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Know Your Loan Terms and Fine Print

Are you in the midst of exploring options for financing college or graduate school? If so, there are two pieces to the puzzle, and you need to attend to them separately. The first component of your search is about getting all the facts on how to fill out a simple application. It's essential to understand the terminology involved with the official, legal contracts you'll be signing. Note that most of the terms listed below are common to all kinds of lending agreements, not just ones for schooling but also for mortgages, vehicle purchases, and business borrowing.

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The second phase of getting your education paid for is deciding what kind of institution to borrow from. For the vast majority of adults, there are only two choices, federal and private lenders. The sections below explain some of the key differences between government and private lenders, as well as terminology that is sure to appear in any application you fill out.

Getting a Private Student Loan

Don't forget that all student loans are not the same. The main differences relate to whether the loan is a federal or private one. Of course, there are pros and cons of each kind. However, for borrowers who don't want to deal with egregiously long applications, want to shop around for competing offers, and like the ability to negotiate terms with a lender, private lenders are the way to go. Fortunately, just about anyone over the age of 18 can apply for and get an education loan from a private lender to cover all the expenses associated with advanced schooling, like tuition, books, activity fees, board, room, and similar costs.

Accrued Interest and Capitalization

Read documents carefully to discover how the lender treats built-up (accrued) interest. Some contracts capitalize this amount while others do not. Here's an example. If a bank lends you $1,000 and charges 5 percent annual interest, you would owe $1,050 at the end of year one, assuming you made no payments. After that, if the institution charges interest on the interest, you'll end up paying that 5 percent on a new, higher amount. This is a case of capitalization. Check to see which method your lender uses as you study the documents before signing.

Statement of Disclosure

This important piece of paper lays out all the details of the agreement, like the total amount you're borrowing, how often you have to make payments, what the rate is, whether there are any penalties, and more. Usually appearing as a summary page at the beginning or end of the document package, the statement of disclosure is the short version of all the pertinent numbers within the contract you are signing.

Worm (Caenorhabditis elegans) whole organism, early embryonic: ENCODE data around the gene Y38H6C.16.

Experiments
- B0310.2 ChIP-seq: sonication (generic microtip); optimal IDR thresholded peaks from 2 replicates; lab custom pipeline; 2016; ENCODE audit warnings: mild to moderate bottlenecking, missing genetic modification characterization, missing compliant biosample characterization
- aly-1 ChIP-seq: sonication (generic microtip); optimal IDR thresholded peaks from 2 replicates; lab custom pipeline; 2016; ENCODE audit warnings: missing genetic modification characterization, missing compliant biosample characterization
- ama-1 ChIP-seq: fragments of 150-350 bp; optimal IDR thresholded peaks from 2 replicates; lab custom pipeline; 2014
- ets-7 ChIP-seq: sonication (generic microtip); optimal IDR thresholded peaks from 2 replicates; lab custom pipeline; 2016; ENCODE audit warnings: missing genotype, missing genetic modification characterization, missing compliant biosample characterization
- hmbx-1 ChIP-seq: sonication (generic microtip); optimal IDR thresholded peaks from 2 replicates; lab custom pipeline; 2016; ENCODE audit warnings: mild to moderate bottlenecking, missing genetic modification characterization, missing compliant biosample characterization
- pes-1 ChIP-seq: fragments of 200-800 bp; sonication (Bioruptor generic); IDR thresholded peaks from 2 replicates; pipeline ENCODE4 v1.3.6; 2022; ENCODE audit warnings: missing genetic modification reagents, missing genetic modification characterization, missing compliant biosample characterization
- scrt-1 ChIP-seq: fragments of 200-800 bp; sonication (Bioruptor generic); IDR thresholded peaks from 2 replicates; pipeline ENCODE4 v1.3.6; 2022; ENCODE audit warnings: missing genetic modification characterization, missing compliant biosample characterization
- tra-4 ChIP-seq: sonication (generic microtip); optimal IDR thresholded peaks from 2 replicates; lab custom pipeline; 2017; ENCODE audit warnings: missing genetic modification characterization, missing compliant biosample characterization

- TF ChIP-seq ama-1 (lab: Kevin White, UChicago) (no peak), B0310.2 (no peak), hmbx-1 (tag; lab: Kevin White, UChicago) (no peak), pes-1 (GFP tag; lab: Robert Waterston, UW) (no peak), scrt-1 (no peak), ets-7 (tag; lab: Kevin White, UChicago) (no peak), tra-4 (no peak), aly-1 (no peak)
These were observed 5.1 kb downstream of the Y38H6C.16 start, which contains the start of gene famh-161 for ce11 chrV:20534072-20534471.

Fixed vs Variable Rate

Suppose you are required to repay not just the principal of the loan but also five percent on the remaining balance. That's an example of a fixed-rate agreement. When lenders use variable rates, they often tie the rate you pay to whatever the current prime rate is. There are advantages and disadvantages to each method. Fixed rates give you the peace of mind of knowing your payment amount doesn't ever change. But, if prevailing prime rates go down, you could still be stuck with a higher-than-market rate. Likewise, variable-rate agreements rise and fall with the state of the economy. When the prime goes down, so does your rate. But if it goes up, you are on the hook for a larger monthly obligation.

Grace Periods

Somewhere in the fine print of your education loan contract there might be a clause about grace periods. These are specific periods during which you do not have to make any payments on the obligation. Typically, grace periods run from graduation until six or more months after. The point of allowing grace is to give students a chance to search for jobs and to catch up on their other financial obligations before monthly remittances begin. Keep in mind that most contracts do not include grace, but repayment often does not begin until you graduate. That way, even if you receive a disbursement to cover school costs when classes begin, there's no need to repay until schooling is complete.

Credit Reporting

Check the fine print on your documents to see how the financial institution reports your repayment. Some report all your activity, good and bad, to the three major credit bureaus. Others only report to one or two of the bureaus. If you intend to stay on top of your credit health, it's wise get three bureau reporting.

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